Notice on Private Well Contamination for Woodbury Residents

For Immediate Release:

The Connecticut State Department of Public Health (CT DPH), the Department of Energy and Environmental Protection (DEEP), Housatonic Valley Health District (HVHD), and the Town of Woodbury have been reaching out to inform residents of private well contamination in the Northeast section of Woodbury, bordering Watertown.  

The presence of tetrachloroethene was detected in several wells in the area at a concentration above the CT Department of Health Drinking Water Action Level. The CT Department of Health has set an Action Level for tetrachloroethylene of 5 micrograms per liter (ug/L).   

Action Levels are state guidelines for chemicals in private well water and are set at concentrations well below the levels that may cause a health effect in people or animals. The Action Level for private well water is the same as the US EPA maximum contaminant level (MCL) for tetrachloroethylene in public drinking water. A MCL is a federal, enforceable drinking water standard for public water.  

HVHD and DEEP have been informing impacted residents via phone and mail. At this time, DEEP is continuing to investigate the source of the contamination.  Residents who received a letter from HVHD requesting permission to sample their well are encouraged to reach out to have their well tested.  Other residents outside of this area may choose to have their well tested on their own for volatile organic compounds. Residents may contact HVHD or DPH’s Private Well Program for guidance on well testing.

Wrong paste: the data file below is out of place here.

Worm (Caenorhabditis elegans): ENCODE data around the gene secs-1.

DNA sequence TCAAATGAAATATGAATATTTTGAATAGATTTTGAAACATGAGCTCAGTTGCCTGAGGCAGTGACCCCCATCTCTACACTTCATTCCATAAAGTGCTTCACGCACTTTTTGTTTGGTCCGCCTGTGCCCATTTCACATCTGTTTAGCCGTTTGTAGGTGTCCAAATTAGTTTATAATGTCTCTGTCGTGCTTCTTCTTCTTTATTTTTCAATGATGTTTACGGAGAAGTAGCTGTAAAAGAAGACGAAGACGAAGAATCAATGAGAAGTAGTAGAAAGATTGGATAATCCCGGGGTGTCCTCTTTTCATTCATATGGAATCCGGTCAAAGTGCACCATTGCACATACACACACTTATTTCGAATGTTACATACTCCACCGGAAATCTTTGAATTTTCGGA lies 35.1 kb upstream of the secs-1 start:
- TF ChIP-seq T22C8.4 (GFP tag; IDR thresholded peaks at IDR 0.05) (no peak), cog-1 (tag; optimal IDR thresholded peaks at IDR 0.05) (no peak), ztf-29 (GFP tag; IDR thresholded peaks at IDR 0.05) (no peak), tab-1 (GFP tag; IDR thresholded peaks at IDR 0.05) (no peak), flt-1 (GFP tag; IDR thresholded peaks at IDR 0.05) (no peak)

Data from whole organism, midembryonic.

Information regarding the contaminant: 

What is Tetrachloroethylene? 

Tetrachloroethylene, also known as perchloroethylene, PCE, PERC, and tetrachloroethene, is a chemical that is widely used for dry cleaning of fabrics and for metal-degreasing. This chemical can get into well water when groundwater comes in contact with a spill or other release to the environment. Tetrachloroethylene is one of the more common non-natural chemicals found in Connecticut’s groundwater due to chemical spills. 

What is the Hazard Associated with Tetrachloroethylene in Drinking Water? 

While it is unlikely that the levels of tetrachloroethylene typically found in drinking water would be harmful to your health over a short period of time, this contaminant is know to  cause liver and kidney damage and cancer in animals exposed at high levels. Based on these facts, tetrachloroethylene is believed to probably cause cancer in people. Drinking water that has tetrachloroethylene may increase a person’s risk of cancer.  

How Might I Be Exposed to Tetrachloroethylene from My Well Water? 

Tetrachloroethylene evaporates easily from water, so in addition to taking it into your body through drinking, you may also be exposed to a large amount from breathing the air inside your home. Tetrachloroethylene gets into indoor air from appliances that use water (such as dishwashers and washing machines) and from the shower. Your body may also absorb it through the skin during a bath or shower. A simple way to absorb less is to turn on a bathroom fan while bathing or showering. This can prevent the buildup of tetrachloroethylene in the bathroom air. 

Is There a Safe Level of Tetrachloroethylene in Drinking Water?